Somatic experiencing

From Wikipedia, the free encyclopedia
Jump to navigation Jump to search

Somatic experiencing is a form of alternative therapy aimed at relieving the symptoms of post-traumatic stress disorder (PTSD) and other mental and physical trauma-related health problems by focusing on the client's perceived body sensations (or somatic experiences). It was developed by trauma therapist Peter A. Levine.[1]

Sessions are normally done in person, and involve a client tracking their own experience.[2]:255–256 Practitioners are often mental health practitioners such as social workers, psychologists, marriage and family therapists (MFTs) or psychotherapists, but may also be nurses, physicians, bodyworkers, physical therapists, chaplains, clergy, or members of other professions. Certified practitioners complete a three-year training course (216 hours of instruction) and must complete 18 hours of case consultations and 12 hours of personal sessions.[3] Somatic Experiencing is used for shock trauma in the short term and for developmental trauma as an adjunct to psychotherapy that may span years.

Somatic Experiencing attempts to promote awareness and release physical tension that remains in the aftermath of trauma.[2]:43–50[4]:38–40


Another element of Somatic Experiencing therapy is "pendulation",[2]:255 the movement between regulation and dysregulation. The client is helped to move to a state where he or she is dysregulated (i.e. is aroused or frozen, demonstrated by physical symptoms such as pain or numbness) and then iteratively helped to return to a state of regulation. The goal is to allow the client to resolve the physical and mental difficulties caused by the trauma, and thereby to be able to respond appropriately to everyday situations.[5]

"Resources" are defined as anything that helps the client's autonomic nervous system return to a regulated state. This might be the memory of someone close to them, a physical item that might ground them in the present moment, or other supportive elements that minimize distress. In the face of arousal, "discharge" is facilitated to allow the client's body to return to a regulated state. Discharge may be in the form of tears, a warm sensation, unconscious movement, the ability to breathe easily again, or other responses which demonstrate the autonomic nervous system returning to its baseline. The intention of this process is to reinforce the client's inherent capacity to self-regulate.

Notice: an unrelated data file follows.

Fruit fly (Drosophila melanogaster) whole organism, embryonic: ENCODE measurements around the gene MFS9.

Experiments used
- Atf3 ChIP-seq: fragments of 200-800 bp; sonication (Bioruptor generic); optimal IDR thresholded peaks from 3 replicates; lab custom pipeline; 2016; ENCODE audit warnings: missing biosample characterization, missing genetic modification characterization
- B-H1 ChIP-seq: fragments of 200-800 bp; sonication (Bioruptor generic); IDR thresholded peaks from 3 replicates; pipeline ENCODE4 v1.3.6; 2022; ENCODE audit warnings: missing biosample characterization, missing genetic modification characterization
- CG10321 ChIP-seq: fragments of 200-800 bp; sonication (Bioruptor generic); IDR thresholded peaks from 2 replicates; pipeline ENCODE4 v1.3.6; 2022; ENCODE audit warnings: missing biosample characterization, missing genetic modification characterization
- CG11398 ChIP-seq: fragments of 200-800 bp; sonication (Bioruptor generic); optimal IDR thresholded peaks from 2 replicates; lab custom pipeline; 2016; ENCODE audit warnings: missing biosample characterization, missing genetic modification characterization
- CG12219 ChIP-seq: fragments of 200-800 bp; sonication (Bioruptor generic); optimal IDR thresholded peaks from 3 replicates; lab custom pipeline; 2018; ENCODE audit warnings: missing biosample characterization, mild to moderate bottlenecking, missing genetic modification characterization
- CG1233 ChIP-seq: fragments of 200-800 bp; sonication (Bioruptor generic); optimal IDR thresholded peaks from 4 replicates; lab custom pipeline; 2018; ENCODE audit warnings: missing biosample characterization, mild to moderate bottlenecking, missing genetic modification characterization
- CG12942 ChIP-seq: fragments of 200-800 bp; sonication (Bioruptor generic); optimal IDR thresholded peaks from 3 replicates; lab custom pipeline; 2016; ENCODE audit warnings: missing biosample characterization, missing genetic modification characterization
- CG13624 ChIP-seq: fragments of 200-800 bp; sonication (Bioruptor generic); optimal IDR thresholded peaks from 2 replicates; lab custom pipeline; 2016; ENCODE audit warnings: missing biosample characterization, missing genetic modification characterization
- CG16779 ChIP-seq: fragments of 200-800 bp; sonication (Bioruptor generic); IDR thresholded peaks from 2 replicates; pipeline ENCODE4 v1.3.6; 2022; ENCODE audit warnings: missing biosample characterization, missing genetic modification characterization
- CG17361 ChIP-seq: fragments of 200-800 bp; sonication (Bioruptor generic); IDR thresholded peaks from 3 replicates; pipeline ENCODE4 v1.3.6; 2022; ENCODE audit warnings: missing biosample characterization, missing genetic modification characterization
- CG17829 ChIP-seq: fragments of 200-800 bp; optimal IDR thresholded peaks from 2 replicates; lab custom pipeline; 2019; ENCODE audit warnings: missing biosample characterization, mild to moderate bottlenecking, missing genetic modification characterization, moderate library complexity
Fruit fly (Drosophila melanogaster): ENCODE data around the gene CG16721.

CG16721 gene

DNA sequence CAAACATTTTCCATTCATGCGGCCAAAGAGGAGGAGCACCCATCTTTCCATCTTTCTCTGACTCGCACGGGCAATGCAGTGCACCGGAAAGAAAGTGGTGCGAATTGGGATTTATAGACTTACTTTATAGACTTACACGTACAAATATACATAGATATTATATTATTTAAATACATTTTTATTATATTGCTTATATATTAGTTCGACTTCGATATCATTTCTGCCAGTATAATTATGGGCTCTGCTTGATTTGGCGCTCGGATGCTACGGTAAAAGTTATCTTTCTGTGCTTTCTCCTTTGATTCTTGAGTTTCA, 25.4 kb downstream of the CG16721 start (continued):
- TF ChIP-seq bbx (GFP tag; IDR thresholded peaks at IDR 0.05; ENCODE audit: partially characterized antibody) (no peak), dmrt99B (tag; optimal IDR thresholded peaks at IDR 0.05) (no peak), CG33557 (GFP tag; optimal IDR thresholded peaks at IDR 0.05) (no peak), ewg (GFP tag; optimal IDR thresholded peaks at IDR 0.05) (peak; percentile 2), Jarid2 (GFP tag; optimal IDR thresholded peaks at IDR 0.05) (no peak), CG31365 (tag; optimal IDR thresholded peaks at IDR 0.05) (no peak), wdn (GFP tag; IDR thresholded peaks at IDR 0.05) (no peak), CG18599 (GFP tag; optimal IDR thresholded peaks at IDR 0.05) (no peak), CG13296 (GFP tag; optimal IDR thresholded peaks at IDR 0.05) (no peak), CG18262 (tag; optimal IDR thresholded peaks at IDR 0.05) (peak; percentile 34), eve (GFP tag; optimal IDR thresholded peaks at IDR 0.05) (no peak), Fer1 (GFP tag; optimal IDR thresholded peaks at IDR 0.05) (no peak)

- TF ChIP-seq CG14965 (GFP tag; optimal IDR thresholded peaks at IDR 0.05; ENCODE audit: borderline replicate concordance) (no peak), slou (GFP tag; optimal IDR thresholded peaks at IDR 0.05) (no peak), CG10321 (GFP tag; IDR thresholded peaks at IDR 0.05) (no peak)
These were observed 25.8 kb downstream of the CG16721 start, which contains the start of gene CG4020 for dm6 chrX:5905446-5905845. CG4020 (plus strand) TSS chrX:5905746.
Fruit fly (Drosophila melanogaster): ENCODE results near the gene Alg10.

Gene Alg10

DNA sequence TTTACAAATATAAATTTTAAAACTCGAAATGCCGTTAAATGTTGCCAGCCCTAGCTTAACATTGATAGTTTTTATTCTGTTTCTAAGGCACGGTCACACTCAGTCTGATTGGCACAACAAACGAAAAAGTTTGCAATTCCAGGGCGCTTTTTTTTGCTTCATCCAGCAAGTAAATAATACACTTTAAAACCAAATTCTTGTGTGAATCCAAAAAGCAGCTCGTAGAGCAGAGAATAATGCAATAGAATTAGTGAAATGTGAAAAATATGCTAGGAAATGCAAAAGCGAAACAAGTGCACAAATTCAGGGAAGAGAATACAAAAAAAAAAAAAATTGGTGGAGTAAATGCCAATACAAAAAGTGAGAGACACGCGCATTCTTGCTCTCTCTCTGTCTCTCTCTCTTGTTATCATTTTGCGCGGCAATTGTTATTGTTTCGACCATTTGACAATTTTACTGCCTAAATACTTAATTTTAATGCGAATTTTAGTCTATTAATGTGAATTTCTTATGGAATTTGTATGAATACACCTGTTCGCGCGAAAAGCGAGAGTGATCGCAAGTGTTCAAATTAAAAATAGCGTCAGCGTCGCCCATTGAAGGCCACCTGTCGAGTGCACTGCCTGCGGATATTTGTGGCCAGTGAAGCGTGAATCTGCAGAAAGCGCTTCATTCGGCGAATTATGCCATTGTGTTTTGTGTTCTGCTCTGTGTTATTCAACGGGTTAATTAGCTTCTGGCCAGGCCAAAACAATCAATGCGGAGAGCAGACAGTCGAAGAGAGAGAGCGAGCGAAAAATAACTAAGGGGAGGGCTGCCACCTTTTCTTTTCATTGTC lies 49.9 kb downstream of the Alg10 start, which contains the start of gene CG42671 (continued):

Somatic Experiencing is used for both shock trauma and developmental trauma. Shock trauma is loosely defined as a single-episode traumatic event such as a car accident, natural disaster such as an earthquake, battlefield incident, physical attack, etc.[6] Developmental trauma refers to various kinds of psychological damage that occur during child development when a child has insufficient or detrimental attention from the primary caregivers.[2]:99–125[need quotation to verify][7]


Two randomized controlled studies of Somatic Experiencing as a treatment for PTSD were published in 2017 [8][9]. They showed positive results indicating Somatic Experiencing may be an effective therapy method for PTSD and concluded that further research is needed to understand who shall benefit most from this treatment modality.

See also[edit]


  1. ^ van der Kolk, Bessel (2014). The Body Keeps the Score: Brain, Mind, and Body in the Healing of Trauma. Penguin. p. 217. ISBN 9781101608302.
  2. ^ a b c d Scaer, Robert C.: The Trauma Spectrum. Hidden Wounds and Human Resiliency. W.W. Norton & Company, N.Y. & London, 2005
  3. ^ Somatic experiencing Australia training, Retrieved 2 April 2018
  4. ^ Scaer, Robert C. (2001). The Body Bears the Burden: Trauma, Dissociation, and Disease. The Haworth Press. p. 275. ISBN 0789033348. Retrieved 6 February 2015.
  5. ^ Mary ware Somatic Experiencing, Retrieved 2 April 2018
  6. ^ Gomentor shock trauma, Retrieved 2 April 2018
  7. ^ Weinholds developmental trauma, retrieved 2 April 2018
  8. ^ Brom D, Stokar Y, Lawi C, Nuriel-Porat V, Ziv Y, Lerner K, Ross G (2017). "Somatic Experiencing for Posttraumatic Stress Disorder: A Randomized Controlled Outcome Study". Journal of Traumatic Stress. doi:10.1002/jts.22189. PMC 5518443. PMID 28585761.
  9. ^ Andersen T, Lahav Y, Ellegaard H, Manniche C (2017). "A randomized controlled trial of brief Somatic Experiencing for chronic low back pain and comorbid post-traumatic stress disorder symptoms". European Journal of Psychotraumatology. doi:10.1080/20008198.2017.1331108. PMC 5489867. PMID 28680540.